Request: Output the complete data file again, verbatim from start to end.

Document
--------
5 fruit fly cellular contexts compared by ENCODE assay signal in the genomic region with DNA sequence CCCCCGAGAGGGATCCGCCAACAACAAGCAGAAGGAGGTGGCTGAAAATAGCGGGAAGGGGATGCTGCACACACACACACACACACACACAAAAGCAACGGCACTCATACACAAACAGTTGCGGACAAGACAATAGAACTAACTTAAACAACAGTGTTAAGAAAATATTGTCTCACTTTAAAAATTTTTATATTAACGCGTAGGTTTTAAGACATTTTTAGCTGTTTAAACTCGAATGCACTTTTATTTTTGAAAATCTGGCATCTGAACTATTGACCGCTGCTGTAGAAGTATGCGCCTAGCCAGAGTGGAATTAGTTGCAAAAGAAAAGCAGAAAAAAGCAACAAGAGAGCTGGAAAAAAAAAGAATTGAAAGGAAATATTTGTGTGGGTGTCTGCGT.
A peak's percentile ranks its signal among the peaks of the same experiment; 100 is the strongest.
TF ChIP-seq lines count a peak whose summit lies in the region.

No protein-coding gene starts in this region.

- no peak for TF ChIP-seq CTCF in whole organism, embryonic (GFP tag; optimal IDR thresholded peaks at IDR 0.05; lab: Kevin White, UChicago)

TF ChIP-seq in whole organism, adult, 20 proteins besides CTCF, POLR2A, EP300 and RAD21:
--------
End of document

5 fruit fly cellular contexts compared by ENCODE assay signal in the genomic region with DNA sequence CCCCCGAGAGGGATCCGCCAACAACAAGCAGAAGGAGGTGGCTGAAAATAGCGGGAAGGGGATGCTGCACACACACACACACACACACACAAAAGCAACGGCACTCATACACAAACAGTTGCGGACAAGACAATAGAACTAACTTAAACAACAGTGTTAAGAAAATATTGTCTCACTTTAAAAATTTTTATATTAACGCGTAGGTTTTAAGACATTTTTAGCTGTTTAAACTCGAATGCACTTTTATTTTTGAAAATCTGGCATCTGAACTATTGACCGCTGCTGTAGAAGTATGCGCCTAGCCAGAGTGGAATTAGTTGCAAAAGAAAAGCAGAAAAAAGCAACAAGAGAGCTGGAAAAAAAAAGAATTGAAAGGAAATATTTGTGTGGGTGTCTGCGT.
A peak's percentile ranks its signal among the peaks of the same experiment; 100 is the strongest.
TF ChIP-seq lines count a peak whose summit lies in the region.

No protein-coding gene starts in this region.

- no peak for TF ChIP-seq CTCF in whole organism, embryonic (GFP tag; optimal IDR thresholded peaks at IDR 0.05; lab: Kevin White, UChicago)

TF ChIP-seq in whole organism, adult, 20 proteins besides CTCF, POLR2A, EP300 and RAD21: